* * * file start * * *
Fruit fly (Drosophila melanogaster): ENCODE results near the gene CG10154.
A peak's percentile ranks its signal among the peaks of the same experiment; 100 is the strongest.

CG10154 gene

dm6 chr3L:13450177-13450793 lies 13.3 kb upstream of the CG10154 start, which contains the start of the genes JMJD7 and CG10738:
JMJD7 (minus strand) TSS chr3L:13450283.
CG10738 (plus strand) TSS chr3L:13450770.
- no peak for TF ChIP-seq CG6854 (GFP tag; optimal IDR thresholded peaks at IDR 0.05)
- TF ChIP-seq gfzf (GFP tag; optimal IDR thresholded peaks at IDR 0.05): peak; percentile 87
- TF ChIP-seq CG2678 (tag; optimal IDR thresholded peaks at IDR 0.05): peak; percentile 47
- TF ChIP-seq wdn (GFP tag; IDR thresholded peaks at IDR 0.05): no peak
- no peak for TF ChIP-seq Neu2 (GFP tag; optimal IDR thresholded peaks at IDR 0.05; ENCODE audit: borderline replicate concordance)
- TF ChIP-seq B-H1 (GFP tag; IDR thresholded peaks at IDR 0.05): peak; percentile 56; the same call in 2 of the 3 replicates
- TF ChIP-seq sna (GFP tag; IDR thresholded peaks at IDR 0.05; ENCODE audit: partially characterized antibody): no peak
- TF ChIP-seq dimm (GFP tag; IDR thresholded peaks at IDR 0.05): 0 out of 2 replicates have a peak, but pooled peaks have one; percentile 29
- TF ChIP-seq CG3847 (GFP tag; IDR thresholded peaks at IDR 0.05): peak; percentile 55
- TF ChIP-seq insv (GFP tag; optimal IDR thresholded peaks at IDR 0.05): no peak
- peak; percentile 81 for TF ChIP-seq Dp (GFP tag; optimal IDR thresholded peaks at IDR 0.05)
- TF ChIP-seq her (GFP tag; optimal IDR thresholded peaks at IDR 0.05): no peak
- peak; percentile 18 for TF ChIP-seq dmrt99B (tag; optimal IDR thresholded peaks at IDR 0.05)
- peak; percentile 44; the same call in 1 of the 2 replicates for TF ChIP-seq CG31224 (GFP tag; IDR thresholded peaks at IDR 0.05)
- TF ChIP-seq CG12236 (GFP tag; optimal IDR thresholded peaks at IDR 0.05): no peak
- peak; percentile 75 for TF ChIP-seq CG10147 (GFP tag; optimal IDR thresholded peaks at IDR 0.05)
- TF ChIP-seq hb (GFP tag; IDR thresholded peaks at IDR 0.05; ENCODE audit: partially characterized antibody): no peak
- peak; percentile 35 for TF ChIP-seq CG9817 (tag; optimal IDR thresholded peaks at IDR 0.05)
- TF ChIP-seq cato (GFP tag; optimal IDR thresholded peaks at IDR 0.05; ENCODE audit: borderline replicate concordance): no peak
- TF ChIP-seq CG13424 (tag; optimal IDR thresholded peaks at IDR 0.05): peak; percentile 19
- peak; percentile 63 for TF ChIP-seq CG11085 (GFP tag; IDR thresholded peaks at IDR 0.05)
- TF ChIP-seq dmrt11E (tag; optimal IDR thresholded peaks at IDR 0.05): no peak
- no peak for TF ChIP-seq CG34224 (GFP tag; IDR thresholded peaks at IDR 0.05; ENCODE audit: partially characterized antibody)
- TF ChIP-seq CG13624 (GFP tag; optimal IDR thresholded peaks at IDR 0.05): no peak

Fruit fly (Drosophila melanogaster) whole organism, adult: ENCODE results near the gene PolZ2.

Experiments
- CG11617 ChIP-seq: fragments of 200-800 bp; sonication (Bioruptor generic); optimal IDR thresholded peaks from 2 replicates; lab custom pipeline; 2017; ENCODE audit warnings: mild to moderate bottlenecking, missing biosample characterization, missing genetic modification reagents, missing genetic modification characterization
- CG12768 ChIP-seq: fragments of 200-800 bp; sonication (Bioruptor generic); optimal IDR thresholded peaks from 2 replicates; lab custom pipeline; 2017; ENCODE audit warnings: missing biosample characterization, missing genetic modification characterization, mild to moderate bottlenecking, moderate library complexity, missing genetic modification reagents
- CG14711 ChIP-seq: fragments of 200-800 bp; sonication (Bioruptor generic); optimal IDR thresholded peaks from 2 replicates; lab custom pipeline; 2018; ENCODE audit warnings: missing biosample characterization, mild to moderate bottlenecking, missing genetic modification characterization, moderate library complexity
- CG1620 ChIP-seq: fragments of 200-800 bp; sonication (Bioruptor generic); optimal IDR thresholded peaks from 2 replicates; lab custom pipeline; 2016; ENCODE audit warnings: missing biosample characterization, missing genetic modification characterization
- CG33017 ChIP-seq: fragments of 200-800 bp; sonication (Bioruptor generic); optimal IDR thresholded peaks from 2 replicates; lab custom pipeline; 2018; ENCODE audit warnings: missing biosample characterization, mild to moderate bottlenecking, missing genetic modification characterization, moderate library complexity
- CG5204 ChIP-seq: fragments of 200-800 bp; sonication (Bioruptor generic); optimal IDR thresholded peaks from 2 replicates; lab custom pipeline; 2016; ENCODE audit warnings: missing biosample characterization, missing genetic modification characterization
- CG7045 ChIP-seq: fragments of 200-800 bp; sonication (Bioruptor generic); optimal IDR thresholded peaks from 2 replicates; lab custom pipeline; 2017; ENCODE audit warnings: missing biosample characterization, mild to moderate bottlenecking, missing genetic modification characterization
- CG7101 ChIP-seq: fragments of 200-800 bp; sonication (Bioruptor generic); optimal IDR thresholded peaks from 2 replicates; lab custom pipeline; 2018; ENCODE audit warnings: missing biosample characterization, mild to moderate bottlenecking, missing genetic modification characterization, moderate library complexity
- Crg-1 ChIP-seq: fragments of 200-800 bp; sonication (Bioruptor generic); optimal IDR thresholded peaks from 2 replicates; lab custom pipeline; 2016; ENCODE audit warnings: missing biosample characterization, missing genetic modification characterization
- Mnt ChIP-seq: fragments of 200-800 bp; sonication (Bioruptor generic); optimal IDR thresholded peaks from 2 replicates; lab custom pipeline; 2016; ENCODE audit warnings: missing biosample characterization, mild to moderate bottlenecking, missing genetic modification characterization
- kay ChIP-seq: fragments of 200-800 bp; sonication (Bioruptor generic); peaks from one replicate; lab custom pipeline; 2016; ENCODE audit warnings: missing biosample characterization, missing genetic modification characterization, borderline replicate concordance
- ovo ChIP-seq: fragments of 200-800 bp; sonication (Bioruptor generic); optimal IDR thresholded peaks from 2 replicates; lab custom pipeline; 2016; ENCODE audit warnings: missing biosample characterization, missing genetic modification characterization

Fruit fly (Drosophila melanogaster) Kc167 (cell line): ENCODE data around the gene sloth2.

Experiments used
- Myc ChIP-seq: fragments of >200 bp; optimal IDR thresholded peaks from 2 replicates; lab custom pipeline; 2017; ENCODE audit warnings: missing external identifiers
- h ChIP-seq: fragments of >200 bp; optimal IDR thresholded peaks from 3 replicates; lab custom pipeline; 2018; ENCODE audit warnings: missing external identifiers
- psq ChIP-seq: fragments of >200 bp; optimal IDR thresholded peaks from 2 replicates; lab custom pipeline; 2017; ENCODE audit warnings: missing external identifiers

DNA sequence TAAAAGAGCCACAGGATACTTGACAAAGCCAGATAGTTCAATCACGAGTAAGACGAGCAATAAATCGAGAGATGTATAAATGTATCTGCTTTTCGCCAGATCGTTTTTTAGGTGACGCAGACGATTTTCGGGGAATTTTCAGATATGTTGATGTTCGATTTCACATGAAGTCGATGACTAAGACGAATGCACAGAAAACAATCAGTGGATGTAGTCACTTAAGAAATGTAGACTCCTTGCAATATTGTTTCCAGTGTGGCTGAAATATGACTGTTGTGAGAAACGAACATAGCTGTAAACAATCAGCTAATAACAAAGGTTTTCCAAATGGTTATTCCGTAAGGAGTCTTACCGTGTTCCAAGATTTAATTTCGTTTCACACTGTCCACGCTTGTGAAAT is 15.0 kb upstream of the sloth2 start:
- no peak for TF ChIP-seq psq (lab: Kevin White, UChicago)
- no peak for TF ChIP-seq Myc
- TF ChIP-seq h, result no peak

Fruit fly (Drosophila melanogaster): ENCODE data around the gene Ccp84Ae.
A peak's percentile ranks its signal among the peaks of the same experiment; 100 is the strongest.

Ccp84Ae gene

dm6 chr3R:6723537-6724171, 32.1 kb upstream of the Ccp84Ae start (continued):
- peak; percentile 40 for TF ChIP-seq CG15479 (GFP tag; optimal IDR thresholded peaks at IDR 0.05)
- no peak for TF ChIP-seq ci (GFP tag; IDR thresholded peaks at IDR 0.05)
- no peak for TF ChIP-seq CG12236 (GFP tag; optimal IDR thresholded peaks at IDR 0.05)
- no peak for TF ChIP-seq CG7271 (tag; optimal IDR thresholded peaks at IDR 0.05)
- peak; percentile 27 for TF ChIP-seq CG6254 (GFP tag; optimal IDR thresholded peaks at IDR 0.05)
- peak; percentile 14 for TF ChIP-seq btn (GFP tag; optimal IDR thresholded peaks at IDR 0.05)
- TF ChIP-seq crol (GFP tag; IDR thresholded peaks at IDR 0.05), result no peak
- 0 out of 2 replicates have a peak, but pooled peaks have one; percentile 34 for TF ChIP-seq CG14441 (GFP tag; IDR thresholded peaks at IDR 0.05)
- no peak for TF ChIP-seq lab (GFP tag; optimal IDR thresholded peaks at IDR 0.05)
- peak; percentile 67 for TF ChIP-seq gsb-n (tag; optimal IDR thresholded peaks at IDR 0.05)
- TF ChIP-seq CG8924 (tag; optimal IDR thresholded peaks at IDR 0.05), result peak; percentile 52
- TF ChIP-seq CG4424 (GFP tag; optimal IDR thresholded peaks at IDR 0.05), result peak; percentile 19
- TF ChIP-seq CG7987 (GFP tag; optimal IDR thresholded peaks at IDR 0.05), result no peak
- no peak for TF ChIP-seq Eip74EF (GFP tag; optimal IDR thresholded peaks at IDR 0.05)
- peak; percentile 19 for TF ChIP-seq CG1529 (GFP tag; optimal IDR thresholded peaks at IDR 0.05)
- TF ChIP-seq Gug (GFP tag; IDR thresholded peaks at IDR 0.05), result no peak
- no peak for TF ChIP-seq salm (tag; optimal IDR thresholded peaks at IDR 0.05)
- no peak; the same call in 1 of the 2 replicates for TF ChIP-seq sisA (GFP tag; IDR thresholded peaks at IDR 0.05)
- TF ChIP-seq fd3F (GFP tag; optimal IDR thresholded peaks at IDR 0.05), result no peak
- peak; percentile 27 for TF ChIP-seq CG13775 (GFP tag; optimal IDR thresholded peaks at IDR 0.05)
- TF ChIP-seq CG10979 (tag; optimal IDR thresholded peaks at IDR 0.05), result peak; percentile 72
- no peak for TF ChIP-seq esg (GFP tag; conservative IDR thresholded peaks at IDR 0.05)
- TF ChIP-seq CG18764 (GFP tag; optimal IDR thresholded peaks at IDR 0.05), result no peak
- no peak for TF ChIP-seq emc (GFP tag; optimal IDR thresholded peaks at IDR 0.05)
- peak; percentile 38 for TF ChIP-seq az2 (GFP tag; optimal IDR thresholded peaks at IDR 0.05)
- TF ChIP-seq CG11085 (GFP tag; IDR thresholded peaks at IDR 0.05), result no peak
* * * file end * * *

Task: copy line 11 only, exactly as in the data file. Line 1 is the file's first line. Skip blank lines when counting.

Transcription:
- no peak for TF ChIP-seq Neu2 (GFP tag; optimal IDR thresholded peaks at IDR 0.05; ENCODE audit: borderline replicate concordance)